Who is perceived to be the most powerful?  Let them put that power to use constructively rather than destructively.

God can change the hearts of ordinary people also.

Let us each leave our own little world, the world of personal, pithy, private life and step into the big picture.

Let us all step onto the road to our own Damascus and experience metanoia.

The time has come.

I Love Spending Time With You


I know a lady whose husband often spoke those words to her, “I love spending time with you.”

It made me think of how God longs to hear those words from us.

Can we bring ourselves to not only say those words to Him and mean them, but also spend some time with Him every day? Happy Sunday.

Isaiah 30:18 New Living Translation (NLT)

Blessings for the Lord’s People

18 So the Lord must wait for you to come to him
    so he can show you his love and compassion.
For the Lord is a faithful God.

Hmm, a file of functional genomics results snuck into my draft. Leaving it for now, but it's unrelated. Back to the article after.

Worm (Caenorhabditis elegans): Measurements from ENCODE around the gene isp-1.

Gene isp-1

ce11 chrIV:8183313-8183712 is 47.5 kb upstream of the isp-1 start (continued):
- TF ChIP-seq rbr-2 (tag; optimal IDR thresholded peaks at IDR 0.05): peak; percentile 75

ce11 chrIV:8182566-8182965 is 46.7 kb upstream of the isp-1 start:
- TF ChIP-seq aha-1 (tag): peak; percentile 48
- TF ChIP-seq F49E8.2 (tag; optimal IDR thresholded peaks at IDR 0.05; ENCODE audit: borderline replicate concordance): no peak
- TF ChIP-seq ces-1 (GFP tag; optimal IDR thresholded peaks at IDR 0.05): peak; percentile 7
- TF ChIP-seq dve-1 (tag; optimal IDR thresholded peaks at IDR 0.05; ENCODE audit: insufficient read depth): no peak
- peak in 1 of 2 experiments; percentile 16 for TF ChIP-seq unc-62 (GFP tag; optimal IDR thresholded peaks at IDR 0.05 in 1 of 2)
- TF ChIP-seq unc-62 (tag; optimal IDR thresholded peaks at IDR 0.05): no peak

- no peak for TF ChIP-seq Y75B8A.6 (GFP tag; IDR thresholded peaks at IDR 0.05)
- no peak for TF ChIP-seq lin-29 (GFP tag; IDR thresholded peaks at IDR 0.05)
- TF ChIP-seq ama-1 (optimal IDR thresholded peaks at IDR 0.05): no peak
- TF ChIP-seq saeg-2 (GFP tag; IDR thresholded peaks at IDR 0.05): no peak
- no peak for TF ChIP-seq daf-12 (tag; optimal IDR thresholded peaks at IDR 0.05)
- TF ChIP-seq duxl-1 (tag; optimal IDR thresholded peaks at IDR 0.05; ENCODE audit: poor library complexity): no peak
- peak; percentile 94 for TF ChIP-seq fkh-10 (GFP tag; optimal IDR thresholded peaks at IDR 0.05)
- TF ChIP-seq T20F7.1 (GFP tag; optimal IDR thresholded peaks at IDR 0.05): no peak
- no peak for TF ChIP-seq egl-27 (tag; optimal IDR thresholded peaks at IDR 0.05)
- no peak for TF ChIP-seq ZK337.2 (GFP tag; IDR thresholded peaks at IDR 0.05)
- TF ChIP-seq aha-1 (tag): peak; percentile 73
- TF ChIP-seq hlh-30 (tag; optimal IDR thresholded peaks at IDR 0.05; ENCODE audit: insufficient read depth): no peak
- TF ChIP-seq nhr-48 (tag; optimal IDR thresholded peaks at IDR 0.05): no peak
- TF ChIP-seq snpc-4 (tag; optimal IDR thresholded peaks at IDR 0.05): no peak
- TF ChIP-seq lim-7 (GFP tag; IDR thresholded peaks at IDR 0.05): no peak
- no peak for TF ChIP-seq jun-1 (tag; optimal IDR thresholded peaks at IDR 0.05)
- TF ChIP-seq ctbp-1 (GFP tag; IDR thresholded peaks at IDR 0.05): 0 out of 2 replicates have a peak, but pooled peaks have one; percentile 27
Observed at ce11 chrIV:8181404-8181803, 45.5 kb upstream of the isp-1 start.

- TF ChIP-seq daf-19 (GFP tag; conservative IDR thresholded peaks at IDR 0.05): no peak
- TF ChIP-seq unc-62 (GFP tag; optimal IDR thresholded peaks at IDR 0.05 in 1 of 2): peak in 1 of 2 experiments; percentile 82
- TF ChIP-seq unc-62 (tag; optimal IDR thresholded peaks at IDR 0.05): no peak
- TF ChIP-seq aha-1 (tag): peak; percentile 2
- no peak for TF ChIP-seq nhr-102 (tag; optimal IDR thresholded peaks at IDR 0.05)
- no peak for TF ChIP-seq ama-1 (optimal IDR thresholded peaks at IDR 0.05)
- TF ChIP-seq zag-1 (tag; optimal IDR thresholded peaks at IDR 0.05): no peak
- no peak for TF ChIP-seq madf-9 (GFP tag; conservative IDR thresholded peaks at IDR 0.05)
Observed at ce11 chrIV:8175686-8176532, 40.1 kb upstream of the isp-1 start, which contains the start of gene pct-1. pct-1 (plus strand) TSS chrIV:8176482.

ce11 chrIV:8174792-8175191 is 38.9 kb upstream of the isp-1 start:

Blessed are those who wait for his help.

 

 

What’s in an Hour?


So many of us have mixed feelings about the time change taking place at two a.m. Sunday morning. “Oh, no! I lose an hour of sleep!” But to me that extra hour of daylight is well worth the loss of sleep. It heralds the start of those long and lovely days of summer after a long and snow-filled winter. Bring it on! Happy Saturday.

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This Moment in Time


Stop! Right now, stop what you are doing and be still if only for just a few seconds…give in to the stillness.

In spite of any chaos around you or in you, give in to being still for this moment in time. Try to make this a habit, and eventually, at any time of the day or night while in the moment, a thought will occur about your life, the world, a problem; anything that has been robbing you of peace and serenity, and the brief respite will infuse you with hope, insight, and a new perspective.